2000 at the Retina Service of the Department of Ophthalmology and Visual Sciences, Philippine General Hospital were included. We excluded patients with a history of glaucoma, ocular hypertension, uveitis, and prior retina surgery. All eyes underwent combined pars plana vitrectomy, lensectomy, panretinal photocoagulation, perfluoropropane gas (C3F8)/fluid exchange, and scleral buckling performed by a single surgeon (HSU) under periocular anesthesia with sedation. Informed consent was obtained from all patients. The study protocol was approved by the Institutional Review Board of the University of the Philippines College of Medicine. Prior to sclerotomy closure, the eyes were randomized by toss coin to one of two groups. In the FC group, one of the sclerotomy ports was first closed with vicryl 7-0 sutures. A 50-ml syringe containing 20% C3F8 gas was prepared by mixing 10 ml of 100% C3F8 with 40 ml of filtered room air. Approximately 45 ml of 20% C3F8 was slowly injected through the infusion cannula into the eye while intraocular air was expelled through the remaining unclosed sclerotomy. This allowed for exchange of air with 20% C3F8. The remaining sclerotomy was closed followed by removal of the infusion line and closure of the infusion sclerotomy. The IOP was checked using a sterile Schiotz tonometer. If the eye was hypotonic (IOP<5 mm Hg), 20% C3F8 was injected through the pars plana to achieve a soft eyeball (IOP = 5 to 25 mm Hg). In the FV group, the infusion line was removed and all 3 sclerotomies were closed with vicryl 7-0. A 1.0 ml bolus of 100% C3F8 gas was injected into the eye through the pars plana. Immediately after injection, the IOP was measured using a Schiotz tonometer. If the IOP exceeded 25 mm Hg, paracentesis was performed through either the cornea or pars plana to remove enough aqueous or gas to adjust IOP to 5 to 25 mm Hg. All eyes received steroid-antibiotic and atropine drops for 4 to 6 weeks and were examined on day 1, weeks 1, 2, 3, 4, 8, 10 by a single masked observer (MDD) who estimated the intraocular GV using an indirect ophthalmoscope and determined the IOP using a Goldmann tonometer (Haag Streit, Bern, Switzerland).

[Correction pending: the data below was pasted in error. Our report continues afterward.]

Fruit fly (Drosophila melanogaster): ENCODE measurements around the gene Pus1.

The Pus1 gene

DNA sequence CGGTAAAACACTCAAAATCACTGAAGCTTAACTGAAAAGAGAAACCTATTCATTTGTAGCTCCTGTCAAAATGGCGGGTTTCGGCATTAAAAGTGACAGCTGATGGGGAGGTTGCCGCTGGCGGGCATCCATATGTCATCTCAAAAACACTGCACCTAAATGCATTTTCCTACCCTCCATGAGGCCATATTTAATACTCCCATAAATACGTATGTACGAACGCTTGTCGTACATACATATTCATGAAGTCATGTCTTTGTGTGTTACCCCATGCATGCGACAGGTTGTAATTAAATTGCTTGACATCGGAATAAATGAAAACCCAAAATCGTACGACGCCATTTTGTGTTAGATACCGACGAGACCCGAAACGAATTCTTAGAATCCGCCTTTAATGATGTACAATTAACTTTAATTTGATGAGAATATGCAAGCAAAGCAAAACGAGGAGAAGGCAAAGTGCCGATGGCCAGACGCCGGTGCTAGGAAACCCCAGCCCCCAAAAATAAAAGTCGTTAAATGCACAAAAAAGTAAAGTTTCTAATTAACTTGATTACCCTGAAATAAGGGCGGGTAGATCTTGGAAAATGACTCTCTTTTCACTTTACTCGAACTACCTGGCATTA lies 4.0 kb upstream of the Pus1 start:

The estimated intraocular GV from week 0 (postoperative day 1) to week 10 are shown in Table 1. For both FC